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My Habitat Story

Today I wanted to take a moment and share my Habitat story with you. I wanted you to know why I am so passionate about everything we do here at Habitat. Our three pillars are strength, stability, and self-reliance; this is what they mean to me.

Strength might be considered the easiest but it is also very complex. Strength is not just muscle mass, it’s that force within us that we tap into when we have to dig down deep to find the strength to keep going.

My Grandpa DeBacker used to always tell the story about the time he took my older sister and I to the store. At the checkout counter the clerk asked me how old I was, my sister interjected “She no talk, she just grunts. I’m this many” and held up three fingers. You see, despite being 2, I was nonverbal. I had a severe speech impediment and was in speech therapy from the age of 2 until the end of fifth grade. To this day I am still very thoughtful in my word choices, I think about the formation and sound of each word before I speak, with the occasional struggle with the proper articulation.

Despite the struggle, this is where I learned what strength truly meant. It is having the feelings of doubt be outweighed by the determination to keep trying. It was God’s love that set me down my current path. He spoke to me when I was around 8. I was preparing for my first communion and the nuns had us in the pew, praying to ask God if we were ready and worthy to accept Holy Eucharist. I had felt so broken and unworthy in that moment, I couldn’t even pronounce my own name correctly. My teacher had told me I was incompetent and would never learn anything, and I believed her.

It is when we are at our most broken state, that if you listen hard with an open heart, you will hear and feel God’s love for you. God told me that I was going to speak for those who couldn’t speak for themselves. At that moment, I was terrified, how was I ever going to be able to speak for others when I couldn’t even speak for myself?

It is because I know the meaning of stability.

I have always struggled to answer the question of "where did you grow up?" Most people respond with their childhood address or neighborhood, but for me, I didn't have that type of stability at home. When I was 3 my younger sister was diagnosed with Type 1 Diabetes. This was in 1988, when insurance companies were allowed to deny or cancel coverage for children with “pre-existing conditions.” Between the hospital stays, the ambulance rides and the prescription costs, my parents were soon underwater with medical debt. They found insurance cover

age, for just my sister, with the hefty price tag of $1200 per month. It was three times their mortgage at the time.

Within five years, our house was foreclosed upon and it would be 20 years before I truly felt like I had a stable home again. You see, with the foreclosure came rental after rental.

Every year moving from one place to another, just trying to afford the rent.

Growing up you begin to think it is normal to move every year. Never unpacking or personalizing your space, always knowing it's temporary. As an adult I continued this behavior, not realizing it is easier to stay in one place for five years then five places in five years.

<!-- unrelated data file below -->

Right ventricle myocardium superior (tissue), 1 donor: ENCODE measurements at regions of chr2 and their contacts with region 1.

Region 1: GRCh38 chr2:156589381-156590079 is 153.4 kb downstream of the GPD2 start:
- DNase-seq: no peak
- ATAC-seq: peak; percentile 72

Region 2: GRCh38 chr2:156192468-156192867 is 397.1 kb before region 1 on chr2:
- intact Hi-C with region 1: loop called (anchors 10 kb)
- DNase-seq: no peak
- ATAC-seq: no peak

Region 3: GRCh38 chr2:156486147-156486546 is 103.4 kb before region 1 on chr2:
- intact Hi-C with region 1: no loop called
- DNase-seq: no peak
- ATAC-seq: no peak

The constant stable element in my life was Grand Island. No matter where I lived as a child or adult, Grand Island felt like home, it felt safe, always welcoming me back. The street where my Grandparents' lived was always the same, the park down the street or my aunt and uncle living just a couple of blocks away. It always brought peace to my life and I am grateful to live here once more.

As an adult I realized I needed to break the cycle of instability. It was Habitat for Humanity who taught me how to find safe, decent, affordable housing. They taught Robert and I self-reliance and how to become successful homeowners.

We were able to attend financial management classes and together we learned how to seize control of our financial

situation. We became first time homeowners because they invited

us to attend their Homebuyer Education classes and we took the knowledge they empowered us with to buy a house with a traditional mortgage. They could have simply denied us for their program and sent us on our way but instead they taught us to be empowered to achieve decent affordable housing. With the understanding that the pillar of self-reliance isn’t about doing it on your own but about leaning on your community for support and love.

Habitat taught me how to work hard because strength, stability, and self-reliance will provide shelter.

Last spring when I had the opportunity to interview for my current position, I knew this was my opportunity to not only speak for others who have been in my same situation, but to also repay Habitat for everything they gave to me. At the time, shame kept me from speaking my full story. It can be embarrassing to ask for help, to admit you don’t have all of the answers or somewhere along the way you struggled. But it is only together that we can build shelter through strength, stability, and self-reliance.

Thank you for the opportunity to share my Habitat story with you. and for your support of our organization.

With love,


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